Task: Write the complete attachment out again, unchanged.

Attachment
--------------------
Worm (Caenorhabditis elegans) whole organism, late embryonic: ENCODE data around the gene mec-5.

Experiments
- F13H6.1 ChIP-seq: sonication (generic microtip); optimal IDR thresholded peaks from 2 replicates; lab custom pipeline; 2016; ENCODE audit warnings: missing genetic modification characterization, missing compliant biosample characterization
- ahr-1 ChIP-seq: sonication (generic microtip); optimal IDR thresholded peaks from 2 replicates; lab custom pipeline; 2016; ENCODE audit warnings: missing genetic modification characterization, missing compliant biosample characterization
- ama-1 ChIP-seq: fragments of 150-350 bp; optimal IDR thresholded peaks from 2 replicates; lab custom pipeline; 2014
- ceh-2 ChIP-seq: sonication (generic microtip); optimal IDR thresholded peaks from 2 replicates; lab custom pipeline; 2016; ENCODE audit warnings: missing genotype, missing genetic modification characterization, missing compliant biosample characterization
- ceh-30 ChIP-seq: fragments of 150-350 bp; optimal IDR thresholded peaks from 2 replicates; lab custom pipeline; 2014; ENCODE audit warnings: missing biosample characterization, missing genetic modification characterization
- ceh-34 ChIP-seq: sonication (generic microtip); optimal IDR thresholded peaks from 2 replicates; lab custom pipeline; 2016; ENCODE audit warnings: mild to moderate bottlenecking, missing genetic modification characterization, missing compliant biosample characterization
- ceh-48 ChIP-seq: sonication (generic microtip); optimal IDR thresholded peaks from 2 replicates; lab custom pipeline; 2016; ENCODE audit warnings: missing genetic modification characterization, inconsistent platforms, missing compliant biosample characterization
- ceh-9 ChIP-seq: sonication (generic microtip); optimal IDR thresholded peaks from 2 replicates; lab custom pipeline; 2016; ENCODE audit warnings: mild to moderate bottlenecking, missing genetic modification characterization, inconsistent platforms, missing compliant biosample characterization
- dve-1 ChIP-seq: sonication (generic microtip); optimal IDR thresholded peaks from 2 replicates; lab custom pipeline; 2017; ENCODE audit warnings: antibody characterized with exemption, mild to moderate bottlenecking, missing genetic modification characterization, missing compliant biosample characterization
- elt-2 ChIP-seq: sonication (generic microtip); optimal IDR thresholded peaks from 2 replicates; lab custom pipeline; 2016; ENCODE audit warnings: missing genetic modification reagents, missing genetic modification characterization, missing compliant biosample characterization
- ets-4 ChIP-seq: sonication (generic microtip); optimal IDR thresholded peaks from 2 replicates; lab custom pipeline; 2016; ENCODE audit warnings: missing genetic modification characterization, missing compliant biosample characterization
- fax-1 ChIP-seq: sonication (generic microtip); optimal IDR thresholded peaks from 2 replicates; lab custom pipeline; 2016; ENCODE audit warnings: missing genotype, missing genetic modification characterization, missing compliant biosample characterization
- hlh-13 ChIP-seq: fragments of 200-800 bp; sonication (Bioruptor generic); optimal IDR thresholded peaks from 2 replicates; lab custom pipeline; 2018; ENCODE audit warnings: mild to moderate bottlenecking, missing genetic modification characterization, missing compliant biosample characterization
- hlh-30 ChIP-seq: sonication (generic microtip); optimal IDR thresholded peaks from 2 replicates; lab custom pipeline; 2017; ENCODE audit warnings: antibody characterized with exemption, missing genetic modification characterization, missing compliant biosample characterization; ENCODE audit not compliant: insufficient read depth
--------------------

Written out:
Worm (Caenorhabditis elegans) whole organism, late embryonic: ENCODE data around the gene mec-5.

Experiments
- F13H6.1 ChIP-seq: sonication (generic microtip); optimal IDR thresholded peaks from 2 replicates; lab custom pipeline; 2016; ENCODE audit warnings: missing genetic modification characterization, missing compliant biosample characterization
- ahr-1 ChIP-seq: sonication (generic microtip); optimal IDR thresholded peaks from 2 replicates; lab custom pipeline; 2016; ENCODE audit warnings: missing genetic modification characterization, missing compliant biosample characterization
- ama-1 ChIP-seq: fragments of 150-350 bp; optimal IDR thresholded peaks from 2 replicates; lab custom pipeline; 2014
- ceh-2 ChIP-seq: sonication (generic microtip); optimal IDR thresholded peaks from 2 replicates; lab custom pipeline; 2016; ENCODE audit warnings: missing genotype, missing genetic modification characterization, missing compliant biosample characterization
- ceh-30 ChIP-seq: fragments of 150-350 bp; optimal IDR thresholded peaks from 2 replicates; lab custom pipeline; 2014; ENCODE audit warnings: missing biosample characterization, missing genetic modification characterization
- ceh-34 ChIP-seq: sonication (generic microtip); optimal IDR thresholded peaks from 2 replicates; lab custom pipeline; 2016; ENCODE audit warnings: mild to moderate bottlenecking, missing genetic modification characterization, missing compliant biosample characterization
- ceh-48 ChIP-seq: sonication (generic microtip); optimal IDR thresholded peaks from 2 replicates; lab custom pipeline; 2016; ENCODE audit warnings: missing genetic modification characterization, inconsistent platforms, missing compliant biosample characterization
- ceh-9 ChIP-seq: sonication (generic microtip); optimal IDR thresholded peaks from 2 replicates; lab custom pipeline; 2016; ENCODE audit warnings: mild to moderate bottlenecking, missing genetic modification characterization, inconsistent platforms, missing compliant biosample characterization
- dve-1 ChIP-seq: sonication (generic microtip); optimal IDR thresholded peaks from 2 replicates; lab custom pipeline; 2017; ENCODE audit warnings: antibody characterized with exemption, mild to moderate bottlenecking, missing genetic modification characterization, missing compliant biosample characterization
- elt-2 ChIP-seq: sonication (generic microtip); optimal IDR thresholded peaks from 2 replicates; lab custom pipeline; 2016; ENCODE audit warnings: missing genetic modification reagents, missing genetic modification characterization, missing compliant biosample characterization
- ets-4 ChIP-seq: sonication (generic microtip); optimal IDR thresholded peaks from 2 replicates; lab custom pipeline; 2016; ENCODE audit warnings: missing genetic modification characterization, missing compliant biosample characterization
- fax-1 ChIP-seq: sonication (generic microtip); optimal IDR thresholded peaks from 2 replicates; lab custom pipeline; 2016; ENCODE audit warnings: missing genotype, missing genetic modification characterization, missing compliant biosample characterization
- hlh-13 ChIP-seq: fragments of 200-800 bp; sonication (Bioruptor generic); optimal IDR thresholded peaks from 2 replicates; lab custom pipeline; 2018; ENCODE audit warnings: mild to moderate bottlenecking, missing genetic modification characterization, missing compliant biosample characterization
- hlh-30 ChIP-seq: sonication (generic microtip); optimal IDR thresholded peaks from 2 replicates; lab custom pipeline; 2017; ENCODE audit warnings: antibody characterized with exemption, missing genetic modification characterization, missing compliant biosample characterization; ENCODE audit not compliant: insufficient read depth